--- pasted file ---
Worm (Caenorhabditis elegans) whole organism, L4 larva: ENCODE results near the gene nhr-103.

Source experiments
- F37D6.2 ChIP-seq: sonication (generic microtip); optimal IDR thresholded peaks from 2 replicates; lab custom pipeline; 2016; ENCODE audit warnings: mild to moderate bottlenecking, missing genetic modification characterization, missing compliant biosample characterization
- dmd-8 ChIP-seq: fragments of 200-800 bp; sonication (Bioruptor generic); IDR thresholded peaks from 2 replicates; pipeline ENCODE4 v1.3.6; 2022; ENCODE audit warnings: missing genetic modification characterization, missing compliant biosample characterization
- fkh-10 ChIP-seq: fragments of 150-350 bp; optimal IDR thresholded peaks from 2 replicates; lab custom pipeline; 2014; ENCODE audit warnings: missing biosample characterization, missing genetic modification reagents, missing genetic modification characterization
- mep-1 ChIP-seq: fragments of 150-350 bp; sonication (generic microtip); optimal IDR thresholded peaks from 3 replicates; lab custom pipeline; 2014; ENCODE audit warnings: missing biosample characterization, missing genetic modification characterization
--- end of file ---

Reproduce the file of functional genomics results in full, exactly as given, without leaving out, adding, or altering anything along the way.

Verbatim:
Worm (Caenorhabditis elegans) whole organism, L4 larva: ENCODE results near the gene nhr-103.

Source experiments
- F37D6.2 ChIP-seq: sonication (generic microtip); optimal IDR thresholded peaks from 2 replicates; lab custom pipeline; 2016; ENCODE audit warnings: mild to moderate bottlenecking, missing genetic modification characterization, missing compliant biosample characterization
- dmd-8 ChIP-seq: fragments of 200-800 bp; sonication (Bioruptor generic); IDR thresholded peaks from 2 replicates; pipeline ENCODE4 v1.3.6; 2022; ENCODE audit warnings: missing genetic modification characterization, missing compliant biosample characterization
- fkh-10 ChIP-seq: fragments of 150-350 bp; optimal IDR thresholded peaks from 2 replicates; lab custom pipeline; 2014; ENCODE audit warnings: missing biosample characterization, missing genetic modification reagents, missing genetic modification characterization
- mep-1 ChIP-seq: fragments of 150-350 bp; sonication (generic microtip); optimal IDR thresholded peaks from 3 replicates; lab custom pipeline; 2014; ENCODE audit warnings: missing biosample characterization, missing genetic modification characterization